Over all, traveling in the group has seemed safe, but there have been some scares: A rumor that men were plucking children from the crowd in one town kept people up all night guarding families. Speculation that the migrants had been directed to a sports complex in Huixtla, Mexico, so they could be turned over to the authorities caused people to flee en masse.
Adrian Edwards, a spokesman for the United Nations refugee agency, said in Geneva this week that the agency was concerned about “the developing humanitarian situation and the known kidnapping and security risks in areas the caravan may venture into.”
How far does the group travel daily, and when will it reach the border?
The group has covered about 20 miles a day, although temperatures in the 90s and torrential downpours have slowed its progress at times. Many participants have taken rides with good Samaritans or on cheap buses. Others have clambered onto truck beds. This week, a Honduran man, 21, fell from a truck near Tapachula, Mexico, and died, the first confirmed death of a caravan member.
It is unlikely that much of the group will reach the United States border before the country’s midterm elections on Nov. 6. Defense Department officials on Thursday said there were plans to deploy hundreds of troops to the border with Mexico, though the group is still more than 2,000 miles from Tijuana, where a large previous caravan reached the United States.
How have locals reacted to the arrival of thousands?
As the caravan entered Mexico, some travelers were pushed back or met with tear gas at the border. But as the migrants have advanced, officials and residents have largely greeted them with an outpouring of support, preparing food, handing out water and providing rides. Some have offered the floors of their homes and businesses for sleeping, and menial jobs if participants wanted to abandon the journey.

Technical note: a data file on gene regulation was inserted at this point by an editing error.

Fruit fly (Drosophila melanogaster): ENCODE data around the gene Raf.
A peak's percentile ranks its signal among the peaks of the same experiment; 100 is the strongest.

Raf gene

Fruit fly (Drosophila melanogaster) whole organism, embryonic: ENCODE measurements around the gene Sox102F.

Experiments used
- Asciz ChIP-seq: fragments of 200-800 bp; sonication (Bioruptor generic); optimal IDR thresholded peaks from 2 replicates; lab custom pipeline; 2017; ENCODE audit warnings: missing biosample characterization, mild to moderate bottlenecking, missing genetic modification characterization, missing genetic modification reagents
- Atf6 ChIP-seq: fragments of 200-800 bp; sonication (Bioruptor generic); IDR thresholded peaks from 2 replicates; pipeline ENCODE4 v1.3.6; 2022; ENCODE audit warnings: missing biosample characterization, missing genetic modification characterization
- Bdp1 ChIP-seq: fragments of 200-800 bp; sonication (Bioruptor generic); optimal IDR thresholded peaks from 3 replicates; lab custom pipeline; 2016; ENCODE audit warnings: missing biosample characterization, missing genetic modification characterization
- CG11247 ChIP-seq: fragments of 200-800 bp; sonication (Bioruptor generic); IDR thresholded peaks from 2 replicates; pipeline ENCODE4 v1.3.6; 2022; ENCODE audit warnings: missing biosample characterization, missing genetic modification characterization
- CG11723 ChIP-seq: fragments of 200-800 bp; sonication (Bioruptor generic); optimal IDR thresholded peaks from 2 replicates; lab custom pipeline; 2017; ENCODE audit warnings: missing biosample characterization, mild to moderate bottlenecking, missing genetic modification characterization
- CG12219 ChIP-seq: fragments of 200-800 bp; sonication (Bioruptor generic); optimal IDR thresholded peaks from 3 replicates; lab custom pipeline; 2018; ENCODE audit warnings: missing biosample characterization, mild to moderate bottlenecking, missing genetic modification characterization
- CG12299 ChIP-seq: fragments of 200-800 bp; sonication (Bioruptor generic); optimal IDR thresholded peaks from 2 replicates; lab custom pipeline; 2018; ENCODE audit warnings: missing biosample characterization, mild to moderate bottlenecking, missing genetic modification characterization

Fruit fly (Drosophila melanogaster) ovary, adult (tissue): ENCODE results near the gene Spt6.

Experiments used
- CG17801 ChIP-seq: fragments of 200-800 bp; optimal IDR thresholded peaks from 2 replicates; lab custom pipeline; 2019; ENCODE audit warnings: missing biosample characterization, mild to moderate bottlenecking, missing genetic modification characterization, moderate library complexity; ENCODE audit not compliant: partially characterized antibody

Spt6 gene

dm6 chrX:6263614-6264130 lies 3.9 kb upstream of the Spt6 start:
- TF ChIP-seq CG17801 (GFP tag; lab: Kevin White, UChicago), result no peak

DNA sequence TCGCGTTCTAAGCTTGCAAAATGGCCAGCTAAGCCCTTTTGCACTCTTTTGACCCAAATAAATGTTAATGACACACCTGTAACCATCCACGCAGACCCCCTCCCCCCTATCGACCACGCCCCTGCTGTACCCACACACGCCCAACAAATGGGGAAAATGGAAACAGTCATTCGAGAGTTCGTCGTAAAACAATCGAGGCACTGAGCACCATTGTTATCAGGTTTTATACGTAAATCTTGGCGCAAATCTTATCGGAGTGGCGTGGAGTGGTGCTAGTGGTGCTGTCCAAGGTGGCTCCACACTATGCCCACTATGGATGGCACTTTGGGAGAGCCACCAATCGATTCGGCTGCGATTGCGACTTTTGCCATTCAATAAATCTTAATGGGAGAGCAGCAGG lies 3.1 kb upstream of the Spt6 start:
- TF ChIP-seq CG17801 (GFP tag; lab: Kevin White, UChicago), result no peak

The mayor of Huixtla, where the caravan spent two nights, said in a speech in the central square that he would try to make the migrants’ stay as pleasant as possible. The local government set up speakers and held rallies where mariachi bands played, a clown performed and pastors offered prayers.
The municipal president in Mapastepec, where the migrants spent Wednesday night, deployed every member of his staff — about 300 people — to help care for the group.
Why is this group receiving so much attention?
Caravans of migrants from Central America have made their way to the United States border before, but this is the largest in recent memory.
Like a group that traveled last spring, the caravan has drawn condemnation from President Trump, who has made it a focal point at rallies and used it as reminder of his campaign promise to be tough on immigrants and harden the border.
Even if the entire group reaches the border, its numbers represent a fraction of the migrants who arrive at the border each year. There are no official figures on the total number of illegal crossings, but U.S. Customs and Border Protection detained some 396,579 people who crossed the southern border with Mexico illegally from October 2017 to September 2018.
There is little sign that Mr. Trump’s antipathy has deterred migrants from making the journey north. Another group of more than 1,000 has formed in Guatemala, and Hondurans have continued to try to leave their country.
Annie Correal reported from Pijijiapan, Mexico, and Megan Specia from New York. Kirk Semple and Maya Averbuch contributed reporting.